And this leads to another prediction that we made in chapter 1. If evolution happened, species living in one area should be the descendants of earlier species that lived in the same place. So if we dig into shallow layers of rocks in a given area, we should find fossils that resemble the organisms treading that ground today.
And this is also the case. Where can we dig up fossil kangaroos that most closely resemble living kangaroos? In Australia. Then there are the armadillos of the New World. Armadillos are unique among mammals in having a carapace of bony armor—armadillo in Spanish means “little armored one.” They live only in North, Central, and South America. Where do we find fossils resembling them? In the Americas, the home of the glyptodonts, armored plant-eating mammals that look just like overgrown armadillos. Some of these ancient armadillos were the size of Volkswagen Beetles, weighed a ton, were covered with two-inch-thick armor, and sported spiky balls on tails wielded like a mace. Creationism is hard-pressed to explain these patterns: to do so, it would have to propose that there were an endless number of successive extinctions and creations all over the world, and that each set of newly created species were made to resemble older ones that lived in the same place. We’ve come a long way from Noah’s Ark.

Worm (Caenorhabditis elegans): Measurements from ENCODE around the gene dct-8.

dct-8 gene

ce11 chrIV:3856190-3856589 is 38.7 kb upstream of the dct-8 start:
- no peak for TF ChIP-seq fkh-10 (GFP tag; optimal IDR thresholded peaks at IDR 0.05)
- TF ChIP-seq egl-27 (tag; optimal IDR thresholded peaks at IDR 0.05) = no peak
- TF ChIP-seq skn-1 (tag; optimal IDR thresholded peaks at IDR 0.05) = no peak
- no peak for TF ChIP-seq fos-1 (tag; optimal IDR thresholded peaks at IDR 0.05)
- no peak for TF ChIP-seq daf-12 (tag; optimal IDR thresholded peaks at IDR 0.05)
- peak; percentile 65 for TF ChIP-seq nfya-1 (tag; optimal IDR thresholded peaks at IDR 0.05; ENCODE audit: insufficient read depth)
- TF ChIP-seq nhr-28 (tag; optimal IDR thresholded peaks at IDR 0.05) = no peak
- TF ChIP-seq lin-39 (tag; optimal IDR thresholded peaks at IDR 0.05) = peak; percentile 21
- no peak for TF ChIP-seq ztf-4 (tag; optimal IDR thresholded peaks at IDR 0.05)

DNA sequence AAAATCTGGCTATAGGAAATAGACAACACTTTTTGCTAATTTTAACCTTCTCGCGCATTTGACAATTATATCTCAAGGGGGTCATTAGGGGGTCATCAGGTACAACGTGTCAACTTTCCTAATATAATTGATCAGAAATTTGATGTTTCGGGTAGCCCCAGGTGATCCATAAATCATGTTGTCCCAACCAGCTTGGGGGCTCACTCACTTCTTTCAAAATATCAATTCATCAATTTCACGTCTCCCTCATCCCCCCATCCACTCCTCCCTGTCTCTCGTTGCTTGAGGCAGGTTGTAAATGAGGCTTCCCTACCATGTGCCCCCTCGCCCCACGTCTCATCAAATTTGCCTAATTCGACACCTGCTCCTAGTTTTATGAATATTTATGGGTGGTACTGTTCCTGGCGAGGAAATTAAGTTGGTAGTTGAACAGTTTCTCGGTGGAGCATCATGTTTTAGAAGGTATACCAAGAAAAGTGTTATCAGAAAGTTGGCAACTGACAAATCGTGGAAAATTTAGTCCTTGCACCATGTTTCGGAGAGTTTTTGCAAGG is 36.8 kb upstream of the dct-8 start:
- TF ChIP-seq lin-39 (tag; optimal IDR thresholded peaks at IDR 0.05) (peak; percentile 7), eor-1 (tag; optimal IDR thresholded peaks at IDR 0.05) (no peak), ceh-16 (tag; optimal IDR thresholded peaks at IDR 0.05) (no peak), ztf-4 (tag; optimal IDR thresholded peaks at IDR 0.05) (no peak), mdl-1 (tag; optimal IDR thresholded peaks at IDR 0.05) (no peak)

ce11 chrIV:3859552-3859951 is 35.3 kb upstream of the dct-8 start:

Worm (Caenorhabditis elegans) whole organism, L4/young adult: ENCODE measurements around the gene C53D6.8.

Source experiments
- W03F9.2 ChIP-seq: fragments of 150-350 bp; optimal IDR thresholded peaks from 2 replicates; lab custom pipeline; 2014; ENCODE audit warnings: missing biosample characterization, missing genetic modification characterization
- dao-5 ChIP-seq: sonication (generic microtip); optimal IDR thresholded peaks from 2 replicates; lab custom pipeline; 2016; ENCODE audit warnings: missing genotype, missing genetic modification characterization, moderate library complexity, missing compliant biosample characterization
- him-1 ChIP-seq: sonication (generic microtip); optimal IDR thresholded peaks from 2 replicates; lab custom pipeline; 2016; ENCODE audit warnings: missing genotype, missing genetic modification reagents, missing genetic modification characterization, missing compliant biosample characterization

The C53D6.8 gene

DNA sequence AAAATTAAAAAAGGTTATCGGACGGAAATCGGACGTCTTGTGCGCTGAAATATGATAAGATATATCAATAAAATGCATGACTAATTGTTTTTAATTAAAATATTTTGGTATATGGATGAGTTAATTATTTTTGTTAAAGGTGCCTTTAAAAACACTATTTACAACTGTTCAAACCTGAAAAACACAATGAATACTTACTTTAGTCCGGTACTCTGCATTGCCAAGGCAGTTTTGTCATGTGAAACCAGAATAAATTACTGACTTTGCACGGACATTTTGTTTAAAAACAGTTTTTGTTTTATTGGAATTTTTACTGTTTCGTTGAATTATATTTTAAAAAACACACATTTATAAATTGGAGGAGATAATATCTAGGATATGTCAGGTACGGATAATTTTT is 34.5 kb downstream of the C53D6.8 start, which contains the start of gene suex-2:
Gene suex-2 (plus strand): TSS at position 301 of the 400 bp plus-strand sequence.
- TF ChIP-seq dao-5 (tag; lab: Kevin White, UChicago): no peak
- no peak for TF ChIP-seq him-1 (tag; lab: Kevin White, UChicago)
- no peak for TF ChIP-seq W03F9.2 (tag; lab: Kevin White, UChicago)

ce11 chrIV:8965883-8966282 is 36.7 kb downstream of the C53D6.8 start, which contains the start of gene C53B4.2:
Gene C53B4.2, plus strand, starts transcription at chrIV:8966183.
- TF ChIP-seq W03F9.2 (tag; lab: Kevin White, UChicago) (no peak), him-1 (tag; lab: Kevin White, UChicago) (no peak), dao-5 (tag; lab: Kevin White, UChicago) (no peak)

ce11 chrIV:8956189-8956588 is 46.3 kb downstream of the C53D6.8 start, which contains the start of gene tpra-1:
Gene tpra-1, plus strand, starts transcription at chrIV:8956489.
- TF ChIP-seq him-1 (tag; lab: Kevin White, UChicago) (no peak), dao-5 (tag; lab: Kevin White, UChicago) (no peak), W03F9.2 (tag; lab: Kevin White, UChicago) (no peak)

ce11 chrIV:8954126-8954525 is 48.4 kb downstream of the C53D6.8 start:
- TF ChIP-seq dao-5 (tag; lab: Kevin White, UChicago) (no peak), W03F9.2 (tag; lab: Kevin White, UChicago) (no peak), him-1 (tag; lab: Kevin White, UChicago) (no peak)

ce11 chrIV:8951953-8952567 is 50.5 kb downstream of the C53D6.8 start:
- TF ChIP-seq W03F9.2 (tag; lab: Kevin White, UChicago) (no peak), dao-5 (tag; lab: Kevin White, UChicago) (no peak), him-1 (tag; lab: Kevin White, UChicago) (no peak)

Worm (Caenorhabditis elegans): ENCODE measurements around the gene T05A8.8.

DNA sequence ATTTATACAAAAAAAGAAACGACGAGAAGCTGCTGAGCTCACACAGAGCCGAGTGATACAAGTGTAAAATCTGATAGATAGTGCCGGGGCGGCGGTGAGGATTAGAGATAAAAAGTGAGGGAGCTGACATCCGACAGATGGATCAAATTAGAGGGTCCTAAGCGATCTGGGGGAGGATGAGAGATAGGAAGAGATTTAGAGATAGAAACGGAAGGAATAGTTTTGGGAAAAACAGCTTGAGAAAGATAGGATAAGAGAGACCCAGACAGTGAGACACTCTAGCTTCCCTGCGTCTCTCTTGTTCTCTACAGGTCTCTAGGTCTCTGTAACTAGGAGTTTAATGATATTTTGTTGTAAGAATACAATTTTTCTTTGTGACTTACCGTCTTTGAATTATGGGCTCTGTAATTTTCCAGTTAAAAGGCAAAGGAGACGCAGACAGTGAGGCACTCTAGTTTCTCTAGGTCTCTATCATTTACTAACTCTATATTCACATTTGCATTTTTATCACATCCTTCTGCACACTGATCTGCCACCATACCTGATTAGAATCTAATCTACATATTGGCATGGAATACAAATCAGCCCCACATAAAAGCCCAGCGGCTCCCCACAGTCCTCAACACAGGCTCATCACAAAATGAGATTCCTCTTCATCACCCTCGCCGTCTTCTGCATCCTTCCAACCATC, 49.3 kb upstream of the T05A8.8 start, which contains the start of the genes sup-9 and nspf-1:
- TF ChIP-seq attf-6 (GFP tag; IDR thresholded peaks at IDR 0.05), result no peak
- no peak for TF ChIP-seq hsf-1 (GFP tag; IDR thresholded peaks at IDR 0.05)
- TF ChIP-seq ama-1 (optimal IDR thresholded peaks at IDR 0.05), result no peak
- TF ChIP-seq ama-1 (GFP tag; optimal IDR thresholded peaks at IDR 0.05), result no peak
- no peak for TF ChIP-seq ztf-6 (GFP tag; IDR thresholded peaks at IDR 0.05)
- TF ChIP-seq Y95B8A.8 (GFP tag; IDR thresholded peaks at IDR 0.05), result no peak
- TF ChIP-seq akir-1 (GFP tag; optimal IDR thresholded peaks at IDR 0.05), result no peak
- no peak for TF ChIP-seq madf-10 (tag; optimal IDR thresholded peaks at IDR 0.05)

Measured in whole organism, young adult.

Elliott Sober would be proud to see this variation on what he refers to as Darwin’s Principle in action. Coyne’s argument is not that the evidence of biogeography makes evolution compelling. In fact, it doesn’t. As we’ll see below, there are all kinds of problems and if Coyne really believed the prediction he gives above was falsifiable, then he would be forced to deal with a falsified prediction.
But evidential problems don’t matter when the only alternative is ruled out. As Sober explains, the important evolutionary point here is not that the probability of the evidence on evolution is high, but rather that the probability of the evidence on creation is low—real low.